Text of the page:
Only 2.5% of the total water supply is fresh water on earth available for our use. Every year there are new reports of areas experiencing severe drought. Water conservation methods like using mulches, and drought tolerant plants in our landscape can help reduce our consumption.
The Right Plant in The Right Place
The first step is to find your niche to accurately evaluate your area, and this can sometimes mean you have a microclimate. You may find on a large property you can use less water in certain areas if you pay closer attention. In addition to the right watering be sure your plants are in the right place. This might seem obvious; however, I’ve worked in a lot of landscapes where plants were in the wrong place. Research pays off in this regard and your plants will thank you!
Stressed out Plants
Be sure to know the signs of stress your plant is giving. If your perennials are drooping in the hot, late afternoon sun it might be okay to spritz them with some water but they might not need a full watering. This could be part of their adaptation to heat and you can actually end up overwatering if you give them too much. Additionally, keep in mind over watering can also lead to many diseases which can harm your plants.
Another way to help your plants is to spread some mulch around the base of the plant. A compost mulch gives nutrients to the plants, making them stronger as well as assisting with moisture retention. Weeding throughout the season also helps to use less water and saves more nutrients for your landscape plants. Naturally, here at Lane Forest Products we’ve got you covered when it comes to mulch! Whether using a bark mulch or a compost this will help with moisture retention and even protect the roots during the winter months.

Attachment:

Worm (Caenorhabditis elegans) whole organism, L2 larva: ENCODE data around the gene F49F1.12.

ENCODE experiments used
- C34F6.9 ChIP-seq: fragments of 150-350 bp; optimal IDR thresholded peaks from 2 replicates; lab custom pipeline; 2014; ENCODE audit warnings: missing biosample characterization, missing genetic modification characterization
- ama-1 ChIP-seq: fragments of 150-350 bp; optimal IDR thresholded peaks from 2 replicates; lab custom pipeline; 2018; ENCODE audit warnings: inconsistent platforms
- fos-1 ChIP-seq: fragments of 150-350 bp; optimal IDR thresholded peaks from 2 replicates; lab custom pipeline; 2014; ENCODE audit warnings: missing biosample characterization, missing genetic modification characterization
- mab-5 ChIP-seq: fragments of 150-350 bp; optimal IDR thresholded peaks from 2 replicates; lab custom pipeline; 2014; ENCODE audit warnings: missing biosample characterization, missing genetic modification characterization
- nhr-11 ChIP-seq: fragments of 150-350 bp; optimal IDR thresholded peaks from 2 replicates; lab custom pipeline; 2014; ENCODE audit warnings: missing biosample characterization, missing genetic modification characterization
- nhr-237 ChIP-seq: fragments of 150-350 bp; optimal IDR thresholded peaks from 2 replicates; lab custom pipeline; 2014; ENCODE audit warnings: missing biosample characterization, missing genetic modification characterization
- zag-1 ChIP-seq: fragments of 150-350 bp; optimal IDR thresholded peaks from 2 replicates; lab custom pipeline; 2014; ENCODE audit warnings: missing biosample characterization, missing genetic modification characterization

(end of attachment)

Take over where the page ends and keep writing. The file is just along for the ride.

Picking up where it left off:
How Much Water is Enough?
This is one of the most common questions I get asked, however, it is more complicated than it seems. It depends on water pressure; the needs of the plant and the abilities of the soil to drain or retain water. It’s best to water your landscape plants deeply and less often to conserve water during the summer months. On that note the best time for watering is early in the morning. If you water in the evening you increase your chances of fungal diseases. When in doubt use a soil probe or a watering meter. They are great for determining the soils moisture content. I bought a simple one, the Water Right Soil Probe, several years ago and it works great.
It’s never too late to be thinking about water conservation. Conserving water helps the environment but also helps your garden!
Written by Karen Smith, Lane Forest Products Plant Specialist